3. Preliminary movements

Division and movement were marked as the most important constituencies of a communication. The division has been briefly indicated as a rational act of slicing up a unity into parts. More parts (in a primary division) mean more opportunities to distinguish detail, but their presence also complicates the understanding.

Personal communication has, for that very reason, always been an act of compromise. Certain situations, mostly in the field of biological survival, ask for decisive and immediate action. Two-fold thinking is most effective in this way. This decisiveness by lower division thinking, however, also operates in complicated situations or crisis in which no rational solution is at hand. When nobody knows what to do, people tend to drift to elementary answers. Dictators are masters in using these tendencies in the human mind. They use the arsenal of oppositional devises, aiming at some sort of existential fear to continue their power.

Fortunately, there are in history also times in which the primary survival techniques are not of direct interest. Then the range of division can be widened, leaving room for nuances and attention to detail. It is granted that the decision speed has to suffer in this process, but the depth of investigation is enhanced. At first, a third term is added, as a go-between, to the ‘either – or’ of dualistic thinking. The triple division system offers more dynamic possibilities, but is, in essence, unbalanced. This fundamental inequality gives the chance to create new value systems, but has also been used to the advantage of those who were interested in power play and hierarchical predominance.

Later, generally as a mature step in the practical application of division thinking, a fourth term can be introduced. The communication system is back as equilibrium. The hierarchy is not the main characteristic of the quadripartite order, and the gradations will be confined to specific places within the subsections. Lower division arrangements also get their own place within the boundaries of the four-fold system.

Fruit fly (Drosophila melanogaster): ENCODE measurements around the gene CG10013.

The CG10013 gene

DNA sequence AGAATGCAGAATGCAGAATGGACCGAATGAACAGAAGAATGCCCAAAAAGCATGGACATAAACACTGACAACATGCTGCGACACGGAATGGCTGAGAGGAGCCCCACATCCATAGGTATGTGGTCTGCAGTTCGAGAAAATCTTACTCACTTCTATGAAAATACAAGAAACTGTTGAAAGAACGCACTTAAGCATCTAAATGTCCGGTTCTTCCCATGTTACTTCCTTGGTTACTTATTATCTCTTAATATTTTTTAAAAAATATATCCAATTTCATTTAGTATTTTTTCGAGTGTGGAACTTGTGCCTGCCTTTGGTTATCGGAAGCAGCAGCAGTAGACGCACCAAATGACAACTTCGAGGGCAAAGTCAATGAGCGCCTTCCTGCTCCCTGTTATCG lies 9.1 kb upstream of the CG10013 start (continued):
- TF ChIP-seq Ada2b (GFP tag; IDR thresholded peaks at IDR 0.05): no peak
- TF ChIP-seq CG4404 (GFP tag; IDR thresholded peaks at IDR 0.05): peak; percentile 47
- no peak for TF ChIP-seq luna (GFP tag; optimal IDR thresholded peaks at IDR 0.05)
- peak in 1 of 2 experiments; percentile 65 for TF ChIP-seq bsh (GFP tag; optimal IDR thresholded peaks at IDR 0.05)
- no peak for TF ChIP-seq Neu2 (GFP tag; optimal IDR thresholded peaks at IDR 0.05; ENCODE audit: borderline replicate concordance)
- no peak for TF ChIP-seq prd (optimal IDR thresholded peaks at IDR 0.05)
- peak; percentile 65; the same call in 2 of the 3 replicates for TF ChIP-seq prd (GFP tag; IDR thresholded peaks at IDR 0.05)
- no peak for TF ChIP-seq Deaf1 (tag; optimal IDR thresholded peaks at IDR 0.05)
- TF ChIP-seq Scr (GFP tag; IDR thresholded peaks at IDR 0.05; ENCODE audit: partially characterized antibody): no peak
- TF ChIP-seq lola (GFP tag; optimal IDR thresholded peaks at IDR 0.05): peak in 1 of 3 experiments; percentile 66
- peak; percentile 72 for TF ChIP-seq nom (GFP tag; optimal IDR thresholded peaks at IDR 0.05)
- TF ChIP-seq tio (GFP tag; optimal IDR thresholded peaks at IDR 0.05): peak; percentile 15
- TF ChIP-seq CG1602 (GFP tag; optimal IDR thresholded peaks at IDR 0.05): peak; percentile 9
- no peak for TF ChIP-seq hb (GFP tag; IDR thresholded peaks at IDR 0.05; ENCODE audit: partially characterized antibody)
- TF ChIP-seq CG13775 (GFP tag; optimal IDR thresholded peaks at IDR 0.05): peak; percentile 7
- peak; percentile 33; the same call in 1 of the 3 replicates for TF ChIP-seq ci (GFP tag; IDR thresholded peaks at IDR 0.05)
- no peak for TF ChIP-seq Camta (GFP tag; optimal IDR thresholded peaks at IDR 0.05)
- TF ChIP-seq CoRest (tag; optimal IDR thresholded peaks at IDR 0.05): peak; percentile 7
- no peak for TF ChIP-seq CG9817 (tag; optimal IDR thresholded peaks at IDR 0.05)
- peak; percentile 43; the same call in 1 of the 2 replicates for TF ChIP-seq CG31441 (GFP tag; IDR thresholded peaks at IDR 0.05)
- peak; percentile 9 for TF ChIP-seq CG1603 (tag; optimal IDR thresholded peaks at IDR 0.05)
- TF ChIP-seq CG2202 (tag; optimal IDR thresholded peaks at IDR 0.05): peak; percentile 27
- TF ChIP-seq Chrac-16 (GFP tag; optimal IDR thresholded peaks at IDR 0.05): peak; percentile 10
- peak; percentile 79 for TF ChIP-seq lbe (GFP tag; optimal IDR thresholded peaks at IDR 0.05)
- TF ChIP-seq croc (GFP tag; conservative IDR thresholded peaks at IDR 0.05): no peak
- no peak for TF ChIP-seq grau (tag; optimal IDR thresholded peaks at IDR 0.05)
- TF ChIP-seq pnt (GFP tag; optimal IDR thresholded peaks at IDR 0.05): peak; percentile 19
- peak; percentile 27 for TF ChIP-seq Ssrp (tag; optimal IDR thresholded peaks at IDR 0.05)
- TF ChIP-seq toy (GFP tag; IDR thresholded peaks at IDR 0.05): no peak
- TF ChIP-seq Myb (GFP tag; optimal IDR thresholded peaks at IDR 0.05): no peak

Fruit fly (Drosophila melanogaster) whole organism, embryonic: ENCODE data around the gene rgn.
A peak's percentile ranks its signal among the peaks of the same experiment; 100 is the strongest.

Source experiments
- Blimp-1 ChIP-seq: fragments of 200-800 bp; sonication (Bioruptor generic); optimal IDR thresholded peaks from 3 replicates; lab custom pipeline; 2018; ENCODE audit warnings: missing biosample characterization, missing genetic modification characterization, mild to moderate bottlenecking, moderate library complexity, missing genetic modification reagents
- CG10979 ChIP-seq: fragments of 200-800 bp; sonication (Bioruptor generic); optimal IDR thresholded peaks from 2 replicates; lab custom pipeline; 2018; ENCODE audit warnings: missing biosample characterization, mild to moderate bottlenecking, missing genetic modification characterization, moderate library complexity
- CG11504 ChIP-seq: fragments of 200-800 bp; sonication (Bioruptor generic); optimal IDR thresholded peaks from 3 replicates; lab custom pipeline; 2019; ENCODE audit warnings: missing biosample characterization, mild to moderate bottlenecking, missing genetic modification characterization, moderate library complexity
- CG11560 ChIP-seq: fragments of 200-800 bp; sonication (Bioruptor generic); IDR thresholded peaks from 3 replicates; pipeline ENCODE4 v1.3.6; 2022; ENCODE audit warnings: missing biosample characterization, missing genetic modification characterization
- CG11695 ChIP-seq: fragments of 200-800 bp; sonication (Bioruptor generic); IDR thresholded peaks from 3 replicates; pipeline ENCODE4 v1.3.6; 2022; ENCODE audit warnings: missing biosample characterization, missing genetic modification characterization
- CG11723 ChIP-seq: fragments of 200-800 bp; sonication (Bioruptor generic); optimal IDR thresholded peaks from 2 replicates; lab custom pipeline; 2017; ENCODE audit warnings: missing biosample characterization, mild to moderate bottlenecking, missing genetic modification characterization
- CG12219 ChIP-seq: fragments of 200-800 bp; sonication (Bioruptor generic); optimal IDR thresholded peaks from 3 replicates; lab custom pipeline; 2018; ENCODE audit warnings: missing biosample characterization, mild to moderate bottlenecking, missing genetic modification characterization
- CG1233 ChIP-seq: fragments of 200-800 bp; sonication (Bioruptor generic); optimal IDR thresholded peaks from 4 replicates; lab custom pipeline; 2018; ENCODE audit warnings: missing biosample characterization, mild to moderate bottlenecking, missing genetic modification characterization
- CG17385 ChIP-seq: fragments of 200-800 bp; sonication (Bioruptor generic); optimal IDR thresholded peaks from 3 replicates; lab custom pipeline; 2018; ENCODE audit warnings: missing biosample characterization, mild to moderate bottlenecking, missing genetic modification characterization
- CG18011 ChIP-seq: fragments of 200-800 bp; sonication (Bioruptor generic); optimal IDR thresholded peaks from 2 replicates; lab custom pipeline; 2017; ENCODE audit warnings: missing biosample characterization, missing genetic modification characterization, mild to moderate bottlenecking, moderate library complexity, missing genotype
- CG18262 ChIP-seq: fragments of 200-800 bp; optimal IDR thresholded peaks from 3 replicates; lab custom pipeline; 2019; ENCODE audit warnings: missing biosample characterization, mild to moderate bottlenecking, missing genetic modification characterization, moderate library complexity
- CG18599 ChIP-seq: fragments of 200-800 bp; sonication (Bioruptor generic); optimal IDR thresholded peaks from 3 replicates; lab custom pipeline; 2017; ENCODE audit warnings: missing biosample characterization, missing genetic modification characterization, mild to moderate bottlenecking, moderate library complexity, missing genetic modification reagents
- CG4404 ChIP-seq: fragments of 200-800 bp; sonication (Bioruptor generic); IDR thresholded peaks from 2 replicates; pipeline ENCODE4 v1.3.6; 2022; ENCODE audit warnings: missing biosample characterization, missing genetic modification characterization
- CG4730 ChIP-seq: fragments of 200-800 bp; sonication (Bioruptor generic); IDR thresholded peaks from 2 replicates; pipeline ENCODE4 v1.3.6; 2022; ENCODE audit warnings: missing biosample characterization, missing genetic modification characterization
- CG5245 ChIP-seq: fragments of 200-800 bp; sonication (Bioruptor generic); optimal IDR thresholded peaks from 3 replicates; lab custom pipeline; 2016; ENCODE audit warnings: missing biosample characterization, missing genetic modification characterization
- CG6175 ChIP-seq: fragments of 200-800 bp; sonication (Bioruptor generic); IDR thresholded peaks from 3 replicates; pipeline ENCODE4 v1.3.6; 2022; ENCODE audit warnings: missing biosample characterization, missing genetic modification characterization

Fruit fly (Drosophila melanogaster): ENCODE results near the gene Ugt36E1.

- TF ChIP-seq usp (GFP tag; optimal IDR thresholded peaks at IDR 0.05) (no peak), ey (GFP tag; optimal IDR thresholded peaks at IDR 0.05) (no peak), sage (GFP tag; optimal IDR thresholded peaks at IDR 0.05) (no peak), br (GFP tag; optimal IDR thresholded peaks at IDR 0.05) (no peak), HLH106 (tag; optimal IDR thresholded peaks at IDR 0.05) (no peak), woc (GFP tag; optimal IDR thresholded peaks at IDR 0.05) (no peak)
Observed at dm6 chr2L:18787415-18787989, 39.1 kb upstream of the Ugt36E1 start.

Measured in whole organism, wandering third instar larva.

All these theoretical accomplishments within the evolutionary range of division thinking are only possible when a second conceptual act is performed: the movement of the (hypothetical) parts along each other. An observer can only compare, validate and make visible if a shift in the division is performed.

A division without movement is a static affair, situated and received on an abstract level. Mathematicians can play with it, just like Mandelbrot did with his fractals, born in the highly theoretical environment of broken dimensions (MANDELBROT, 1982). A division becomes ‘visible’ when the parts are involved in a dynamic process of comparison with the observer. When I see an object (a part), it is only because I notice boundaries between the object and its environment. Observation is a continuous process of to-and from or in short: movement. A comparison (leading to a form of ‘visibility’) can only take place as a movement takes place.

The four major means of transportation (or movement) of the initial material in a communication can be listed as follows:


These four types are related to each other in a circular way. The signal gives rise to a symbol, which is understood as a sign and used in a language. The opposite movement is also possible in which a language produces signs, which are interpreted as symbols, functioning as signals. A graphic representation of the arrangement is given in fig. 12:


 Fig. 12 – This scheme indicates the means of transportation in a quadripartite communication. The sequence must be seen in a cyclic setting whereby each element is related to, and included in, the other elements. The sequence of quadrants does not indicate a hierarchy of importance.

The four major components of every communication will be discussed briefly, because they reach into the heart of the quadralectic issue. The four constituents are the ‘faces’ of the quadrants. Their character can be read in their expression.


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